TRSW_200419_195
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River Farms to Urban Towers
Southwest Heritage Trail
1 Change on the Waterfront

You are standing in the heart of one of Washington, DC's oldest—and newest—neighborhoods. For 150 years Southwest Washington was a working waterfront community. Then urban renewal changed the landscape forever. Today Southwest is a monument to 1950s and 1960s architecture and city planning.

The city's first military post (now Fort Lesley J. McNair) was established here in 1791 on Greenleaf's Point, where the Anacostia and Potomac rivers meet. In 1978 a ferry began running to Virginia from the point. Wharves received building materials and food for the new city, while shipyards thrived. The port was particularly busy during the Civil War.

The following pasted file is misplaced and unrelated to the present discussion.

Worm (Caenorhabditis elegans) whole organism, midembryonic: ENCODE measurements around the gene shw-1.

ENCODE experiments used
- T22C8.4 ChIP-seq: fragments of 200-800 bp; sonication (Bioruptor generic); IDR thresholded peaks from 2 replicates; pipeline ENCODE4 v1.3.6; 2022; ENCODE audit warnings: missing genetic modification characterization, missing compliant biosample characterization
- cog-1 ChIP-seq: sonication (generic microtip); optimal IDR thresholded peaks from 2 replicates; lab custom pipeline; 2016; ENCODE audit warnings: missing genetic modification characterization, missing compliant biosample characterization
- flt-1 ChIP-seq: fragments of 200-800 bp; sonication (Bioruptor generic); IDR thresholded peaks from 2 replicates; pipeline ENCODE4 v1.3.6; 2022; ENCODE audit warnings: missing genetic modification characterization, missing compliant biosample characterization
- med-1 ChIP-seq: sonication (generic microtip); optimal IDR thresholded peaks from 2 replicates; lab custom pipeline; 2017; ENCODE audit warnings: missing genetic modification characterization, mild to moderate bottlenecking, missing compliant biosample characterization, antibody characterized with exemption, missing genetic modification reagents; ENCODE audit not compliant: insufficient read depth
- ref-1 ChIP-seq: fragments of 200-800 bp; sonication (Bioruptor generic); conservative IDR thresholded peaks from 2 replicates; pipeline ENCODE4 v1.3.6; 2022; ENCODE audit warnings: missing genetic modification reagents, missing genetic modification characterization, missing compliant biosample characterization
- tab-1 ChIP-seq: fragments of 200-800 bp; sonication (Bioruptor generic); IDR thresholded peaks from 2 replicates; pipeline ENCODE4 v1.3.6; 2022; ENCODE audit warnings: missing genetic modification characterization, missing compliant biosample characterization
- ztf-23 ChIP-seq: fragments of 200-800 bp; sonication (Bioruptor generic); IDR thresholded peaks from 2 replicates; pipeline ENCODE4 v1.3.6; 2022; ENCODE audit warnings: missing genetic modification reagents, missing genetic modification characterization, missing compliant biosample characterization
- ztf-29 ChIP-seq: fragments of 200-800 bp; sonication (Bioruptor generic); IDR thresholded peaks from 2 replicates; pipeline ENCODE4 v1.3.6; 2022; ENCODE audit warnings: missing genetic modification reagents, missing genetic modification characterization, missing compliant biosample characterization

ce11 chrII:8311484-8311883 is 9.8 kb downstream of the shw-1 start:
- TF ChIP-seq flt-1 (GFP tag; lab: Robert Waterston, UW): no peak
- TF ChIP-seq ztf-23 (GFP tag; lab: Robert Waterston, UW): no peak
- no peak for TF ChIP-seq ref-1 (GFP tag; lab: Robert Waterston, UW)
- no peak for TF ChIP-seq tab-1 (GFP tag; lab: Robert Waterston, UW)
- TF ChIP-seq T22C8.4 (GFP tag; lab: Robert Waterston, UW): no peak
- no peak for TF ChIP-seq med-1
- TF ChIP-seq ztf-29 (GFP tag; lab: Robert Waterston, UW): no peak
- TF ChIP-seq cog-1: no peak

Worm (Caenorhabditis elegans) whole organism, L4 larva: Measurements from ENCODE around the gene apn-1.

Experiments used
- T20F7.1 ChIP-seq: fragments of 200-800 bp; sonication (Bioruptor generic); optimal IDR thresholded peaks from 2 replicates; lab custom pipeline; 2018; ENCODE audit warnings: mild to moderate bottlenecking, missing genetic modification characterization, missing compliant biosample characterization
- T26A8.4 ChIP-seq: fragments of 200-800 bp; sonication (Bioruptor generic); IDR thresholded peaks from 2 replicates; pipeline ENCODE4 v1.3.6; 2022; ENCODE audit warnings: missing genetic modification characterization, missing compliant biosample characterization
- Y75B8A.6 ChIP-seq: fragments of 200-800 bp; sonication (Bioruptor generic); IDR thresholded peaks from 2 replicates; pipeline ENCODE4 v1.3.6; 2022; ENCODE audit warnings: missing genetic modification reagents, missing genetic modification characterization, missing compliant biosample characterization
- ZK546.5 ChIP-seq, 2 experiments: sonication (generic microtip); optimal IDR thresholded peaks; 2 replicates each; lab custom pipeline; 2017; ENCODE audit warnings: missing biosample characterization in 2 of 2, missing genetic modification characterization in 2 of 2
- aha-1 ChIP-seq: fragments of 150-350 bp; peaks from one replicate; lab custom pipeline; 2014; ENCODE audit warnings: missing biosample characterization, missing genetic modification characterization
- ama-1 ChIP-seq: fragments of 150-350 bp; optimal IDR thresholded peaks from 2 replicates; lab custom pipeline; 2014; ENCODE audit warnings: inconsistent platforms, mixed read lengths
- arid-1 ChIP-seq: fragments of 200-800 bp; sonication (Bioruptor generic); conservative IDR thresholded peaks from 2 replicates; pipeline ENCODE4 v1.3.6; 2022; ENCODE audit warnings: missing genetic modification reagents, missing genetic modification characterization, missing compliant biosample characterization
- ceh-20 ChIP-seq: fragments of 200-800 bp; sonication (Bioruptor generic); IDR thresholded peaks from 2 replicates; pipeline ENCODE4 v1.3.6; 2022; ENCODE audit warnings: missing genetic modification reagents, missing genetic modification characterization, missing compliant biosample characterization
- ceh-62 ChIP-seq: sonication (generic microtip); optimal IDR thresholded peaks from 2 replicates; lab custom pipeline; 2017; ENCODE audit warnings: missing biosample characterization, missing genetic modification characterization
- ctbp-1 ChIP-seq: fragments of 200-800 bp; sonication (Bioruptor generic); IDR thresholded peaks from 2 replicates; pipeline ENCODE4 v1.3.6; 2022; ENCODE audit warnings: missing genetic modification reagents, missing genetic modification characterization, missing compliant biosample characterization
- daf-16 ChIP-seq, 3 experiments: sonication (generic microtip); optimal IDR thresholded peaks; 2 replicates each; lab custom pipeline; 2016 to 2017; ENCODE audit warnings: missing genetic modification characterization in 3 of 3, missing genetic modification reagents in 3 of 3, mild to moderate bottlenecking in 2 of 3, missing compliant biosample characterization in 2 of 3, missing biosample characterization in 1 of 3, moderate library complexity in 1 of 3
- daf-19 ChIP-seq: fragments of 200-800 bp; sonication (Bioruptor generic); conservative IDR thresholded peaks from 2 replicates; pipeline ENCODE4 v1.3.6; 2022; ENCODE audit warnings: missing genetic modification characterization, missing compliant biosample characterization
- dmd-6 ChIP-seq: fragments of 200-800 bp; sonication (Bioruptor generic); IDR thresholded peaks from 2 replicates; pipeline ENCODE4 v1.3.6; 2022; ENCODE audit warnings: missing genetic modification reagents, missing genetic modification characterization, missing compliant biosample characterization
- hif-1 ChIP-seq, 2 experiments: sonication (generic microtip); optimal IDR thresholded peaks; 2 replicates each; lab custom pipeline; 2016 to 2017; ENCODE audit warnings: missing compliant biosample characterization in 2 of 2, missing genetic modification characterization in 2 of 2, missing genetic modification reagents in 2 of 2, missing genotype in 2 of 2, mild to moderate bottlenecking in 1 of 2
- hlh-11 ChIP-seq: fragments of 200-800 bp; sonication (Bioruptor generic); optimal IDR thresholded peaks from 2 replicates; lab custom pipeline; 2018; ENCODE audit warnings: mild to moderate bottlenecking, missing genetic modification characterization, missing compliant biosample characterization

By 1900 this bustling neighborhood was fully built, home to a densely populated working-class community of 35,000. They were modest people of all backgrounds: European immigrants, urban African Americans, and migrants from nearby rural areas.

Southwest was called "the island" because the Tiber and James creeks separated it from the rest of the city. Later a canal and railroad tracks reinforced the nickname. Homey and self-sufficient, Southwest aged in place. Its modest brick and wooden rowhouses, interspersed with some elegant dwellings and many alley homes, became run down. By the 1930s reformers called it obsolete, located "shamefully... in the shadow of the Capitol." Consequently nearly all of Old Southwest—560 acres of buildings—disappeared between 1954 and 1960 for a new neighborhood free of what was then called urban blight. Southwest became an admired "new town in the city." But the forced dispersal of 23,500 people continues to raise important questions about the benefits of urban renewal.
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